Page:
My colleague Michel is always teasing me. When he asks me to write something about innovation, he always complains that, every time, I include some reference to Apple. And that is true to an extent, because Apple usually does have something relevant to discuss and, to be honest, I do love Apple.
But Michel is right of course. Innovation is not just about Apple, and by that he means that it is not just about brilliant product and service innovations that sit at the top of the innovation food chain. It is also about a whole range of innovations that are not as relatively beautiful or desirable as the latest iPad Mini or iPhone5. It is also about much less glamorous, but possibly more important, things such as shale oil extraction and the increasing ability of energy companies to extract more from less and to use technology, and innovation, to open up new ways of satisfying our demand for energy.
The International Energy Agency (IEA) said this week that the US will be a net exporter of gas by 2020 and virtually self-sufficient in net energy terms due to the shale and gas revolution. Technological innovation is changing the way we create and use energy and this is probably one of the most important challenges, along with the food and water challenge, that the human race face as we progress deeper into the 21st century.
The challenge in agriculture is how to make more from less: how to produce more yield from less fertiliser; how to produce quicker and more abundant harvests with less water; how to reduce the cost of all aspects of the value chain. It is also about how we can innovate our supply chains to ensure that the millions of people who are becoming urbanised every day can be fed and can have access to healthy living conditions. And the challenge to provide enough water to sustain our ever increasing population is also one that ranks as one of the highest innovation priorities.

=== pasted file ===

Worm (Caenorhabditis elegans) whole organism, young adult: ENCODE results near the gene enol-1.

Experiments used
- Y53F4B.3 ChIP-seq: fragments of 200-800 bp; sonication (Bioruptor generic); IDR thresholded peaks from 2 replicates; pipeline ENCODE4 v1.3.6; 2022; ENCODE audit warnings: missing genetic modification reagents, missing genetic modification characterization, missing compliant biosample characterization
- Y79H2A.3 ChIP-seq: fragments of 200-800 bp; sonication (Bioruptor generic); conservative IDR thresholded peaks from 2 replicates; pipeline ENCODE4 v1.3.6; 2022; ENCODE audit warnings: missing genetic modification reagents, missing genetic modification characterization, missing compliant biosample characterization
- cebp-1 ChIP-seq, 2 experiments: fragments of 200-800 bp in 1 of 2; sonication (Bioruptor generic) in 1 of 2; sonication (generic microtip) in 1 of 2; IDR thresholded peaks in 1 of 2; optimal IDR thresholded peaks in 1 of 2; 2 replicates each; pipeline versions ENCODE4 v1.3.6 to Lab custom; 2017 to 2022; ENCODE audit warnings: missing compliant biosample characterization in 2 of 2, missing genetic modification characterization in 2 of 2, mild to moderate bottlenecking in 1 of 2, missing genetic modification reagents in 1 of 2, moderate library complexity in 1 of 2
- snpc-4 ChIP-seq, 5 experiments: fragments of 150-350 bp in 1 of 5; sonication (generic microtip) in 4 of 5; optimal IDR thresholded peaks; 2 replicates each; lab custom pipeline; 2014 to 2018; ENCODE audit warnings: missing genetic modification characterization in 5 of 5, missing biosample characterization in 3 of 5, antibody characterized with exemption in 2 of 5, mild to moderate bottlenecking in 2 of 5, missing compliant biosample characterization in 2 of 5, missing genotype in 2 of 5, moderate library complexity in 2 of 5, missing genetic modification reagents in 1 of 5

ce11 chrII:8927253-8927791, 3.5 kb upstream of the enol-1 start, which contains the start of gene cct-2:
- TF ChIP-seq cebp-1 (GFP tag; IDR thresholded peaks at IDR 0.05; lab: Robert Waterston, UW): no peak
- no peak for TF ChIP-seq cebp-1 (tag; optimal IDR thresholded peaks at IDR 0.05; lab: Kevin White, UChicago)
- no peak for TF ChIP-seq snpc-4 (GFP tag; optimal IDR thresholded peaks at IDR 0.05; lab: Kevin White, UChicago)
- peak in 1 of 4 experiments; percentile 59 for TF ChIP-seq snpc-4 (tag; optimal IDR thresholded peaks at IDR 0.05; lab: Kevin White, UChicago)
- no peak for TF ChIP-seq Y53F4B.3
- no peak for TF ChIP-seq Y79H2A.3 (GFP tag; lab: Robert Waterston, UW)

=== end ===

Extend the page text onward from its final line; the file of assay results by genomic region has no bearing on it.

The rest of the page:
The lessons we can learn from innovation leaders such as Apple are valuable but there are numerous companies, less visible, that demonstrate leading edge innovation capabilities. When Shell worked with Strategos to set up GameChanger and later started Technology Futures they generated many ideas for future businesses including harvesting marine algae for bio-fuels.
Tata Steel started to focus their innovation efforts on sustainability topics in 2007 and are now deeply involved in turning building materials into energy generators. And more recently Strategos helped Syngenta, a leader in the agricultural business to develop the innovation capabilities of its executive cadre around the world who applied innovative thinking in their business areas. What these companies have in common is they apply specific innovation capabilities and approaches to important challenges that our society faces.
So, whilst those beautiful devices that make our lives more productive may seem like the epitome of innovation, don’t be fooled into thinking that this is the essence of innovation. Sure, they are brilliant, and I personally love them, but let’s remember that innovation is also about solving real world challenges in the most effective ways. Ultimately it is about making our planet a better place to live on.